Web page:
Wednesday, 3 February 2021

351S RAF Land Rover discoveries

 


The 351S RAF Land Rover with suspension and interior is a rare model. Of all the Corgi Toy issues from this era, I have found this one the most difficult to find anywhere and at any price. It just doesn't appear. You'll see 'Pop Art' Minis and the yellow 406S Land Rover and other scarce items quite regularly but this one just never seems to be in anyone's box of toys to be sold. The books tell us that 25000 of these were sold. That's not a lot by Corgi standards. The not particularly common RAC Land Rover issued at the same time is said to have sold 207000. It is still a lot more than the Rocket Age Gift Set 6 (10,000) and even the Golden Guinea Gift Set 20 (23000), each of which are definitely easier to find, the latter particularly so.

The books tell us that this was issued in December 1962 but also withdrawn in 1962 so I can only assume that either a huge crate of these went somewhere never to return at the start of production or that the data we've been given is wrong. Suffice it to say that a original example of a 351S in almost any condition is a valuable item now.

I have accumulated four examples and finally believe that I have at least one, possibly two originals. I shall look at each one in turn but I'll start with comparing the colours of those I have.


Often you will find that a seller's camera produces quite different shades to what you will see yourself in daylight. I have even had trouble distinguishing the deep green 438, also issued in December 1962, from a possible dark blue colour and have even bought a few hoping they might be RAF blue only to discover they were a rather non-RAF deep green!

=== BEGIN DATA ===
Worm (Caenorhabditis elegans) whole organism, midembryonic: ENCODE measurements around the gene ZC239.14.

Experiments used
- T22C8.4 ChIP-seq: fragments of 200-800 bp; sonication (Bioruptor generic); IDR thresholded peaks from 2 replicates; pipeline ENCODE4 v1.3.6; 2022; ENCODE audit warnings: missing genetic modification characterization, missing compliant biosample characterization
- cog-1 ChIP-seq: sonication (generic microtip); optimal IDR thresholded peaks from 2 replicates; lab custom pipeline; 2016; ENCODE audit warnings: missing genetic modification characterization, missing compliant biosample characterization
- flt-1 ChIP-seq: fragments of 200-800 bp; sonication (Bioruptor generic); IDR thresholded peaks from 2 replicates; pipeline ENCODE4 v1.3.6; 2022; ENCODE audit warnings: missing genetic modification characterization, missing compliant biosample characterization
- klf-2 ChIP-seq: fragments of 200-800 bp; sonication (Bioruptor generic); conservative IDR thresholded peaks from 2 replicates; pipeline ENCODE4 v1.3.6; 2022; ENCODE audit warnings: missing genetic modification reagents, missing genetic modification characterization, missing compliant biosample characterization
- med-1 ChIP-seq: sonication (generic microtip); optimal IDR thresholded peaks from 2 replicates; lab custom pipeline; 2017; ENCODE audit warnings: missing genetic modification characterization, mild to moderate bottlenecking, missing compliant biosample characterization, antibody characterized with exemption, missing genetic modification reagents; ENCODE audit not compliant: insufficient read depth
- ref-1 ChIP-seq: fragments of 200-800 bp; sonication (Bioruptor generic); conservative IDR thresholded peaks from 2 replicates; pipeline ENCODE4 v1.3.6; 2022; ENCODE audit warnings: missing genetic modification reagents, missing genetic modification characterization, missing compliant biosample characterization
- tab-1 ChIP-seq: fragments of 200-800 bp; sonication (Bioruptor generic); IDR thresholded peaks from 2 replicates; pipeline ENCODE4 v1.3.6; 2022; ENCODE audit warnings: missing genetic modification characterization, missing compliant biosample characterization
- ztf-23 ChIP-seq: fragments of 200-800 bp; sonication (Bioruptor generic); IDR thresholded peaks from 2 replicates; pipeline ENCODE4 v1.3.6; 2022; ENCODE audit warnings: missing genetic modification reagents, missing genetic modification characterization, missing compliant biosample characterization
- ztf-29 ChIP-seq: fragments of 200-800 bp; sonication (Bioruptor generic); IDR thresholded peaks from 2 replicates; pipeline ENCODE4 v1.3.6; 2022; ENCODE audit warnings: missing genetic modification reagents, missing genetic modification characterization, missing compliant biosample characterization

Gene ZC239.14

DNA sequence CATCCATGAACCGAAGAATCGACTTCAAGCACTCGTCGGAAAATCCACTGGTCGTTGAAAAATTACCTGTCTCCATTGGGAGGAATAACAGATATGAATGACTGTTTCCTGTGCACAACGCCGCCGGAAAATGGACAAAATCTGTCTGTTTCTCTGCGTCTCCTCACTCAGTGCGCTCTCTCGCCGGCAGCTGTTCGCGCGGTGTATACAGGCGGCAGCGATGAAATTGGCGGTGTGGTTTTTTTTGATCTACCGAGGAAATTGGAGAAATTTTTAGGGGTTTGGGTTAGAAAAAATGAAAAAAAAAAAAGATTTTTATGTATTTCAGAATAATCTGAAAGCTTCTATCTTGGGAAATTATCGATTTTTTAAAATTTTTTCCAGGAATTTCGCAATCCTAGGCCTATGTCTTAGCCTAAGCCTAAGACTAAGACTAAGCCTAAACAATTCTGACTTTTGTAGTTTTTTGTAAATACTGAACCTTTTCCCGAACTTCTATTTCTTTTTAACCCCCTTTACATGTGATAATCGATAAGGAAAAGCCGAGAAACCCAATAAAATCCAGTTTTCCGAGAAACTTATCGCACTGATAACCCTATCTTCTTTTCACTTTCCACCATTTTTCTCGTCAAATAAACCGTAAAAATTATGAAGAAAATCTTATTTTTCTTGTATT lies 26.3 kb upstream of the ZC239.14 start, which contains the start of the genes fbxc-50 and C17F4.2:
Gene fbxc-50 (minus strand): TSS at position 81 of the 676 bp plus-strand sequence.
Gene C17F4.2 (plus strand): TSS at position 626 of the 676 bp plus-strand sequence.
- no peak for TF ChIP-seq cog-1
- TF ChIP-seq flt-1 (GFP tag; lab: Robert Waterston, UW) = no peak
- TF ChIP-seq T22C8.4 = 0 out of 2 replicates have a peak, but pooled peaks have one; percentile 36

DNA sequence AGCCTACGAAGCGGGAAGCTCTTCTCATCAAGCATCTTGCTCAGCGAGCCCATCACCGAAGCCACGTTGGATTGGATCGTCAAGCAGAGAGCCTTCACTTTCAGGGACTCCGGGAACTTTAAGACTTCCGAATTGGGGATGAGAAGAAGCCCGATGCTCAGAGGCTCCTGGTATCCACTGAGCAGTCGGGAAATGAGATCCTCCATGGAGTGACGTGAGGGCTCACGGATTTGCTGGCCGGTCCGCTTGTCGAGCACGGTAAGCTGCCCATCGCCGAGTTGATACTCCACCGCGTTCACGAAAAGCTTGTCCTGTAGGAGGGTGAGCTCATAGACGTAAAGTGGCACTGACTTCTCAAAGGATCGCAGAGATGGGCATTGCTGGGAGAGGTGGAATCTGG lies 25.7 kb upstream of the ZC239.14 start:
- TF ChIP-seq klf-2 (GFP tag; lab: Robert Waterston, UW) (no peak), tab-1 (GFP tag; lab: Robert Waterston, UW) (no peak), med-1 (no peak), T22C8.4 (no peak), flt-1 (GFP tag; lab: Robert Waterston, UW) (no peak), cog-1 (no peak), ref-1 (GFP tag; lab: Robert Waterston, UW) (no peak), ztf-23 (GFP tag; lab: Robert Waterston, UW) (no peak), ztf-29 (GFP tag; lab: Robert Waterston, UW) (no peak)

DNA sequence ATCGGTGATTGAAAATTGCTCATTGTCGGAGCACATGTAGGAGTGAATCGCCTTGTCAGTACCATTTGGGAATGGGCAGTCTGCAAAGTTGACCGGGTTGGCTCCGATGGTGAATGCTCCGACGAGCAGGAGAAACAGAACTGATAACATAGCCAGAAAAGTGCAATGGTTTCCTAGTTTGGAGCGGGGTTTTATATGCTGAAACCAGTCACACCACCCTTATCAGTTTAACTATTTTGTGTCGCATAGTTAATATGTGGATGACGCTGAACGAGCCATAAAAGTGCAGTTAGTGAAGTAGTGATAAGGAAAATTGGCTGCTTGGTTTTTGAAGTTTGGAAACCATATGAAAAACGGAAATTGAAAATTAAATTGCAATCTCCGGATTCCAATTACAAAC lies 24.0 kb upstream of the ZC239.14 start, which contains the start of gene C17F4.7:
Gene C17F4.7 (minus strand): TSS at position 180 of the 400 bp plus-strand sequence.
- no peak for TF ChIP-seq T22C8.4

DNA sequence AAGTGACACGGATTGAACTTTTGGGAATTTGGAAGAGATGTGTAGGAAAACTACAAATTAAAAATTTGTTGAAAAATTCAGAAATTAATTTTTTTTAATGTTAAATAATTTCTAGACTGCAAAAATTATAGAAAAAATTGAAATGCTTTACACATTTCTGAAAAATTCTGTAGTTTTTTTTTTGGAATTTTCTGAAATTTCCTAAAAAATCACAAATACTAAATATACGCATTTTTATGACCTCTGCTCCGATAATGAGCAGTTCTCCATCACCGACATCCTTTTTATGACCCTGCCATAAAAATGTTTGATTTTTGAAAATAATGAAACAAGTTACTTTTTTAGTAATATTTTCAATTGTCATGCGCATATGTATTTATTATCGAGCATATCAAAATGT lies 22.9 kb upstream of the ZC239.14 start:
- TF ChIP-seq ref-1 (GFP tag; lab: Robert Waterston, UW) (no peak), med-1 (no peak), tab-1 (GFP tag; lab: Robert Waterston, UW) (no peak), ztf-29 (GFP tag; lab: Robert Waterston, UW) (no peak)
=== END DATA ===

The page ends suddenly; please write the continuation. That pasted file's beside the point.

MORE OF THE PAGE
As you'll see above, my first acquisition, the model on the left was a blue colour closer to the RAC blue than RAF blue. The two centre ones look the right colour but then so does the one on the right. So colour, especially if you only have one to look at, doesn't help as much as you might hope.

I will now look at each in turn.

First, here is the one of the right in the photo above and I can say straightaway that it is a repainted model. It has been done very well, though, with quite a reasonable job of some aged-looking rivets that are possibly correct front and back.



Although I was unaware of this at the time, however, the rear window is a different casting, with quite a distinct angle to the vertical parts of the frame and the window itself is inset, the window unit being flat perspex only.


It is a nice-looking reproduction, however, although not adding silver to the radiator or bumper is a surprising omission by what would seem to be an accomplished person. The previous 351 model only had a roundel on the front so I think adding one to the rear may also have been a mistake here. The roundels on all of the others that I have, by the way, are mine and not great but I thought they should be there.


The second is, I think, the genuine article.



The rivets look original and real and the paint colour is good and consistent under the wheel arches. In particular, the rear window sits flush with the outside of the cab and the frame lacks the angle of the previous example. This would seem to imply that, for the 351S, a window unit that had a raised profile to fit the rear window space was used. I have just checked some other Land Rovers and found that I have a 416S with the same flush fitting as well as one 438 model. That is a new discovery for me and I will have to return to this subject in a future article!